Seriously, if you have any type of appreciation for the history and design and evolution of Ye Olde Horseless Carriage, you’ve got to go and check out this unparalleled and extensive array of meticulously restored vehicles. As I said, the collection is free, but tour reservations are required). So click here to check out my Flickr set of images (thumbnailed above) from my visit last Saturday, and then make plans to go get yer car on and get upclose and personal with these magnificent mobile works of fine art.
WHAT: The Nethercutt Collection WHERE: 15200 Bledsoe Street, Sylmar, CA 91342 WHEN: Guided tours are Thursday, Friday and Saturday, 10a.m. or 1:30p.m. (Reservations are required) WEB:www.nethercuttcollection.org NOTE: Directly across the street from the Nethercutt Collection is the Nethercutt Museum, housing a separate and more extensive group of vehicles. That’s open Tuesday – Saturday, 9a.m. – 4:30 p.m. It’s also free, but no reservation is required.
This film is a hoot. The tips apply if you drive a rear wheel drive tank on bias ply tires. The commentary is still sorta relevant when it comes to fast driving a car with rear wheel drive. I love the brown haze they called sky back in the day, my how things have improved!
One of the oldest spans across the Los Angeles River, the 7th Street Bridge dates back to 1910 when the at-grade version included two-sets of trolley tracks. It quickly became one of the most congested ways across the river and by the late 1920s it was decided that rather than demolish the entire structure, a second level would be built on top giving it a double-decker appearance and allowing traffic to move freely without being impeded by any freight trains traveling through.
During a visit paid to the bridge last summer while on one of my riverbed rides, I couldn’t figure out how Linton got up there, and I had pretty much reconciled that the space was to remain off limits to me — until a couple weeks ago, when an acquaintance of Linton’s contacted me out of the blue and said she knew how he got in and would I be game to try. Of course I would, I said.
Happy 4th of July! Being a sucker for historic images of our city, I just had to share the following two exquisite views of Main Street, La Placita Church and the historic Los Angeles Plaza that I found on the History, Los Angeles County blog and the Watt Way blog. Both photographs were reportedly made in 1869, and may very well have been done by the same photographer on the same day — the first one facing east from Fort Moore Hill and the second facing north from the Pico House Hotel that was completed that same year (click to slightly enlargify):
Bonus image after the jump is one from Fort Moore Hill looking a bit more southeast of the location seven years later with Pico House at the right and the plaza having adopted its round configuration that remains today.
I got an invite last week to come to a media preview of Time’s Up, the Griffith Observatory’s new planetarium show, so in between Good Samaritan Hospital’s never-miss Blessing of the Bikes yesterday morning and a long-overdue physical exam that afternoon, I biked up the hill to one of my favorite places in Los Angeles to take advantage of the Observatory’s hospitality and see how and why they decided to counter the anxiety being produced by those doomsdayers dead-set in their belief that the Mayans predicted the world to end this coming December 21 and that it’s so going to happen.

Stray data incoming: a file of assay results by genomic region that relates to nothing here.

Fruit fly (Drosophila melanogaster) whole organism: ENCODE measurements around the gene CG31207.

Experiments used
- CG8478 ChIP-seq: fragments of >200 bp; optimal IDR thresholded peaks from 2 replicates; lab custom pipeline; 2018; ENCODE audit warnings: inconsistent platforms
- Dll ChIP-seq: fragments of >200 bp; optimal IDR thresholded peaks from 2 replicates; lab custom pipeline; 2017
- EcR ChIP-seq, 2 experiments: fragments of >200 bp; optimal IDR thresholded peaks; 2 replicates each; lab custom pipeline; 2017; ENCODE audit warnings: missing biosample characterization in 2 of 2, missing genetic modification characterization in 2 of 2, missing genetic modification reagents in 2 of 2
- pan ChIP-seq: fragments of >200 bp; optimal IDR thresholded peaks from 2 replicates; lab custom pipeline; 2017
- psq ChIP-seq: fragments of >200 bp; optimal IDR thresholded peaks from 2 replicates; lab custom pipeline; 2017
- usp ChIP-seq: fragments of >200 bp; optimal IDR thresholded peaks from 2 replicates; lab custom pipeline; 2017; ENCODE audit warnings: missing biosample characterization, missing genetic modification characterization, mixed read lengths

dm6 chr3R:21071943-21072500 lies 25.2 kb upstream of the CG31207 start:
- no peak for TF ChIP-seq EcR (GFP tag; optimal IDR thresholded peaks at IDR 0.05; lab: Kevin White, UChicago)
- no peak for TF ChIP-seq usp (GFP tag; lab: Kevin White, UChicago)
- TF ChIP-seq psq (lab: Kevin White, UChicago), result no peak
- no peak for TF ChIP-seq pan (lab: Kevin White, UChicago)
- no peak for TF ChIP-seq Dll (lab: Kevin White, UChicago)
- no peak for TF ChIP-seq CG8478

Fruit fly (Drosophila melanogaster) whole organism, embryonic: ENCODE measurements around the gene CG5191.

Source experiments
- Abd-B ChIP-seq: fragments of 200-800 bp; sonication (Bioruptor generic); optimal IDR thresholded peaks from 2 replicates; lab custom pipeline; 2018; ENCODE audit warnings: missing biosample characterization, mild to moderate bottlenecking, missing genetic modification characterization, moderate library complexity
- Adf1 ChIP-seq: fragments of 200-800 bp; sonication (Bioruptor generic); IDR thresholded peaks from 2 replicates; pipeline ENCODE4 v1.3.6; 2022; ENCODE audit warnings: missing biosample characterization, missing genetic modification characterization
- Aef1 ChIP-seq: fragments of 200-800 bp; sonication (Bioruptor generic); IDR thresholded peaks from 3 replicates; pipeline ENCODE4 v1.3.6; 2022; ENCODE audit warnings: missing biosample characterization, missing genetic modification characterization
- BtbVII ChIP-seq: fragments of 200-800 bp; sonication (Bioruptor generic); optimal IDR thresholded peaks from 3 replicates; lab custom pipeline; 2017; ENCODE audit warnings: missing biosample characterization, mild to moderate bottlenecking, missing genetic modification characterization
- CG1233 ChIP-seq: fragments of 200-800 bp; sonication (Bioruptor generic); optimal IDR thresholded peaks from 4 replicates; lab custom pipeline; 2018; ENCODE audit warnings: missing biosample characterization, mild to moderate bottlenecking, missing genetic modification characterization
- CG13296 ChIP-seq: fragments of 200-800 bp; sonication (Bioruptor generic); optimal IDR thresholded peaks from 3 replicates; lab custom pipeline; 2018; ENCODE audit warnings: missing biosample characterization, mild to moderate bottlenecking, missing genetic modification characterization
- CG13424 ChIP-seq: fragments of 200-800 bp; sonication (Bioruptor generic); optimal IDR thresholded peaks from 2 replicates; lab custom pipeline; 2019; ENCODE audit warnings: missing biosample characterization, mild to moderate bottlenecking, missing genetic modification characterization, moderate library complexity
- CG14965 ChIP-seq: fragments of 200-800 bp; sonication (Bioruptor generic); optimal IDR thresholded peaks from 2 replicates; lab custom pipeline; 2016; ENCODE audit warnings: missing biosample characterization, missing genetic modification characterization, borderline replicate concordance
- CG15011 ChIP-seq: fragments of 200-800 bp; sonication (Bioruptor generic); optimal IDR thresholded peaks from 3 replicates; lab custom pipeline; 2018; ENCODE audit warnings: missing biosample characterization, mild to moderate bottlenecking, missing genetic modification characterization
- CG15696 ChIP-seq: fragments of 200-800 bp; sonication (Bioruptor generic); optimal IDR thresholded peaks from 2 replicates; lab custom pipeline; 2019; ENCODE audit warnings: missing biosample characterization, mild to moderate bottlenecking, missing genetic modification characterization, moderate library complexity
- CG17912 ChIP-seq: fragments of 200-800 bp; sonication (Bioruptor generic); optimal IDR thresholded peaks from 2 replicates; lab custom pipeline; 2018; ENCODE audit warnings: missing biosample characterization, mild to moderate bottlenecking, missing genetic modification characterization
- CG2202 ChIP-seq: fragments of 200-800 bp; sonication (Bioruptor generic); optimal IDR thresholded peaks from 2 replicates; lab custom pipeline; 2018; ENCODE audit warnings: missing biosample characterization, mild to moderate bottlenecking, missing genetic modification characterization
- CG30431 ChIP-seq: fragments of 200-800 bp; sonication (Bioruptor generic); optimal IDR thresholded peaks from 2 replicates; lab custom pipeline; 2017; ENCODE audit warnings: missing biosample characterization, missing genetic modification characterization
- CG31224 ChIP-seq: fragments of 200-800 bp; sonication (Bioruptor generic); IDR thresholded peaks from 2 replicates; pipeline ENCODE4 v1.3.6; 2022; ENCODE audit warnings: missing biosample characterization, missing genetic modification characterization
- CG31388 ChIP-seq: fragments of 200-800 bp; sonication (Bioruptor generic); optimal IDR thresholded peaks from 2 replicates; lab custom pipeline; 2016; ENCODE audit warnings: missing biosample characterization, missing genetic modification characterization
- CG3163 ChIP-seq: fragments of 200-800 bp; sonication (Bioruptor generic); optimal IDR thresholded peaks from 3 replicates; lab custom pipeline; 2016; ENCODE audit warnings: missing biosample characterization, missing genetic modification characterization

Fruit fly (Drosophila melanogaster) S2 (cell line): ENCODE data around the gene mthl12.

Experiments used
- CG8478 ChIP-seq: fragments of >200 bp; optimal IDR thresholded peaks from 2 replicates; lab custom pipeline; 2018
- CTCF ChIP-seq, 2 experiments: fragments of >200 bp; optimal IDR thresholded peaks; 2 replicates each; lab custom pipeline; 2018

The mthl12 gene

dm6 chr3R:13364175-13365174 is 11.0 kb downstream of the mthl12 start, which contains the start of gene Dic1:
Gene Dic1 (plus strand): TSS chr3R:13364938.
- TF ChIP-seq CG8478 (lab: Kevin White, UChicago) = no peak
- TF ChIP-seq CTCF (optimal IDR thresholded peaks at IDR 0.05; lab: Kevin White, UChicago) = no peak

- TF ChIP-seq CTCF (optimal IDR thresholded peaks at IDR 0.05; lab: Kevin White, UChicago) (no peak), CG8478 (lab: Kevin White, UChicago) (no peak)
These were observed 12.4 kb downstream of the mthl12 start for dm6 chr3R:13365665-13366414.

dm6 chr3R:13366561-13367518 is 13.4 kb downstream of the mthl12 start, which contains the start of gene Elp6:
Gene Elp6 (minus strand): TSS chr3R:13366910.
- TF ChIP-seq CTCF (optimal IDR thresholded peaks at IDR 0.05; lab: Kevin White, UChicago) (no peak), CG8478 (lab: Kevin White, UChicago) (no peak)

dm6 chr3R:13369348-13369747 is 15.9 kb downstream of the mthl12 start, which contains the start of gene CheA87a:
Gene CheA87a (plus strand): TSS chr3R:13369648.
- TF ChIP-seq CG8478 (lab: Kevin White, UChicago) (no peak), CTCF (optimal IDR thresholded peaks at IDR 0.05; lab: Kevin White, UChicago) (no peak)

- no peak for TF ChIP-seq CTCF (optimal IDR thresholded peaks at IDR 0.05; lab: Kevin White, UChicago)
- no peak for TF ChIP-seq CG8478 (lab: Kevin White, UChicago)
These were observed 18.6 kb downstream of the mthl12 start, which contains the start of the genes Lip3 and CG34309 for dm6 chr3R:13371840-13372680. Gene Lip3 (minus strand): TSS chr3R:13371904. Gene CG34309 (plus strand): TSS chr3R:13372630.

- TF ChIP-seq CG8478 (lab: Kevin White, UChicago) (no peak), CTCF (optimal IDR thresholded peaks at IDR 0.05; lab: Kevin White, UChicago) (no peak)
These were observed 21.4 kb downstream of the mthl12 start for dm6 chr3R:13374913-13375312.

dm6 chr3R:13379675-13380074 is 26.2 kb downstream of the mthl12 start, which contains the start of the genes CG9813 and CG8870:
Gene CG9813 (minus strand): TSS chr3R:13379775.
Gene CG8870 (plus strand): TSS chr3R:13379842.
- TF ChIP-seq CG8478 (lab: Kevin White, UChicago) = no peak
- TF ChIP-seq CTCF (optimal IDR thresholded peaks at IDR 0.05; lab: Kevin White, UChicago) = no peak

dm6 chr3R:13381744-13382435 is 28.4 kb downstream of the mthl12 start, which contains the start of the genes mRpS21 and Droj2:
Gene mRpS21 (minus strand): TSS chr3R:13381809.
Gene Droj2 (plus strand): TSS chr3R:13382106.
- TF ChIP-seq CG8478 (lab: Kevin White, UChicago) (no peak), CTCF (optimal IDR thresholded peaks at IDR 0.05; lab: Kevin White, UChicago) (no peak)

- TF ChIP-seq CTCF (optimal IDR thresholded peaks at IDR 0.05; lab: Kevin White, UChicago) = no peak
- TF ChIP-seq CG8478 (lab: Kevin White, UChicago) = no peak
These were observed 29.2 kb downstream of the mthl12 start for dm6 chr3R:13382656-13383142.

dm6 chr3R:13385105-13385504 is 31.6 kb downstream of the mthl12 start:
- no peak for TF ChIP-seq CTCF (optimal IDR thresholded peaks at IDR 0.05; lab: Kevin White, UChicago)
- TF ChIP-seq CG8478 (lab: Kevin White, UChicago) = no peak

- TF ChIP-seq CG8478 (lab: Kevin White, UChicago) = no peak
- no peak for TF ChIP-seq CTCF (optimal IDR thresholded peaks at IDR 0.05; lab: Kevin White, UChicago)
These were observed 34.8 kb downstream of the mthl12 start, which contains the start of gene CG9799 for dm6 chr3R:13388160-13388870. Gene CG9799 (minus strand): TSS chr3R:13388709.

The answers are with a provocative and eye-popping new program in the Samuel Oschin Planetarium that opens on the beach next to the Santa Monica Pier, serene for a few moments until meteors start raining explosively down upon the westside, a huge tsunami closes in and a rogue planet grows larger as it bears down on its collision course with earth — accompanied by flying monkeys, of course.
Inside joke: Pictured during this doomsday scene is Lifeguard Station No. 5150. Since most of the station IDs are no more than two digits, I’m betting this was done in snarktastic reference to the police code that’s basically short for bugged-out basketcase kRaAzEe.
But just when all seems lost, Planetarium Lecturer Kelley Hazen steps in bearing a beautifully illuminated and illuminating hourglass to put a freezeframe to all the apocalyptic nonsense and go on with a visually stunning and intellectually compelling show that counters folly with fact and explores what time is all about.
Last week I looked up in the sky at the super moon. This week, I looked down and found this undated though well-worn pleasant surprise from a once or perhaps would-be street king on an old piece of sidewalk during an early morning dog walk up near the top of Descanso south of Sunset Boulevard in Silver Lake. All hail, Patrick.
Sure, Angelenos are no strangers to the concept of a makeover. But when it comes to an egregious error on the part of elected officials—decades in the past—is it possible to get a do-over? County Supervisor Mark Ridley-Thomas thinks that it might be possible, at least, for the LA County Board of Supervisors to try to facilitate some healing regarding one serious misstep taken by the board in 1942.